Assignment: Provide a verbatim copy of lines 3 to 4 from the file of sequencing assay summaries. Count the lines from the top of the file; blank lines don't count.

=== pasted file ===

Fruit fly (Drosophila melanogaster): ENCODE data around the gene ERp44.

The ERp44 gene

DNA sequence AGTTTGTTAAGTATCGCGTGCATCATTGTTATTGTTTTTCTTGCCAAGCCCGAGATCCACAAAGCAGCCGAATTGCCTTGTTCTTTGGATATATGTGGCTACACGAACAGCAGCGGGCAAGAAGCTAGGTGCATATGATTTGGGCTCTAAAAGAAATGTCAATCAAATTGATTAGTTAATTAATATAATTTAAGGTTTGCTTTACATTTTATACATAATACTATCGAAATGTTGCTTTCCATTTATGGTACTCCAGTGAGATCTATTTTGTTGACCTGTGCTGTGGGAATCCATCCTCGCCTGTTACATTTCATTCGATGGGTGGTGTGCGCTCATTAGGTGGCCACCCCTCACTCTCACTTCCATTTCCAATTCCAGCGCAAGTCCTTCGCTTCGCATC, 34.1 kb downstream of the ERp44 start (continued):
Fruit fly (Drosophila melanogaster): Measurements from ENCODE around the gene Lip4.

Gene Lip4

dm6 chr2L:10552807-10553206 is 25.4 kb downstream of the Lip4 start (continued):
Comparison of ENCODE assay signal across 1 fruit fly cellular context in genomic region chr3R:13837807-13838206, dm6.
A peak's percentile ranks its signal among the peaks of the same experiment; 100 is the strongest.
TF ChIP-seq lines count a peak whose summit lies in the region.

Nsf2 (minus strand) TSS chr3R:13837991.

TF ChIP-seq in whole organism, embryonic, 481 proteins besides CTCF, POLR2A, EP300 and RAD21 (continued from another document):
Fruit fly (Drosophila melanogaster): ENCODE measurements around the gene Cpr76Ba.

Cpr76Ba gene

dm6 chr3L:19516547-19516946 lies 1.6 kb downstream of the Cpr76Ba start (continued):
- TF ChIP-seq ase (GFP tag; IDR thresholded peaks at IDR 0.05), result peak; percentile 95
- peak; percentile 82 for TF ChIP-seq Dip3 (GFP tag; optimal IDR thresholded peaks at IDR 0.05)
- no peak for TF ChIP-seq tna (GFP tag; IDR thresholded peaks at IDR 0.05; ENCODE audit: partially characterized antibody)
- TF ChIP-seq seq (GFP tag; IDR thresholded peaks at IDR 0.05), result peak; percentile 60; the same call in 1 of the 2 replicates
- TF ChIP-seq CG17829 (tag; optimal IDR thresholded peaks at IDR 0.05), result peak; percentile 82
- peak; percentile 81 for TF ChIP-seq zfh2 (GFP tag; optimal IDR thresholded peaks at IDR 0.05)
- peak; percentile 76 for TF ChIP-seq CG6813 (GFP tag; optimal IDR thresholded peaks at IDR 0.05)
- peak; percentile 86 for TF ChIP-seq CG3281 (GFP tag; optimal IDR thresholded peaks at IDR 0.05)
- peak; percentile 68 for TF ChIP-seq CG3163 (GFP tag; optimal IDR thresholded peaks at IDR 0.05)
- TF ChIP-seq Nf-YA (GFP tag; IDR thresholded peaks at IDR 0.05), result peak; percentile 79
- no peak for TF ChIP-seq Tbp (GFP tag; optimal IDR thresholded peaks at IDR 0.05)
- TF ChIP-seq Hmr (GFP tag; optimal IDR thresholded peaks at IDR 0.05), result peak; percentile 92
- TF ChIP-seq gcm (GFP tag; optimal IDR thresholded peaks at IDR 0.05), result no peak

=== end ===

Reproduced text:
DNA sequence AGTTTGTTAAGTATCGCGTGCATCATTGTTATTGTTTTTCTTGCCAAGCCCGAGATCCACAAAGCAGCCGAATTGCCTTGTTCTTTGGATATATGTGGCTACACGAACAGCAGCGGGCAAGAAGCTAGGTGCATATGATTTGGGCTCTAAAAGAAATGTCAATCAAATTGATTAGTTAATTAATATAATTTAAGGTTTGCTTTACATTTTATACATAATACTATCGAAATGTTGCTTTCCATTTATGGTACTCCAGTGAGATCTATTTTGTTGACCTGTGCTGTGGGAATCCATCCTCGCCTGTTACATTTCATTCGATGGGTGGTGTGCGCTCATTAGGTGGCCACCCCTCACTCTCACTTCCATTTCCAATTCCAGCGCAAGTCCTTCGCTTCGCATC, 34.1 kb downstream of the ERp44 start (continued):
Fruit fly (Drosophila melanogaster): Measurements from ENCODE around the gene Lip4.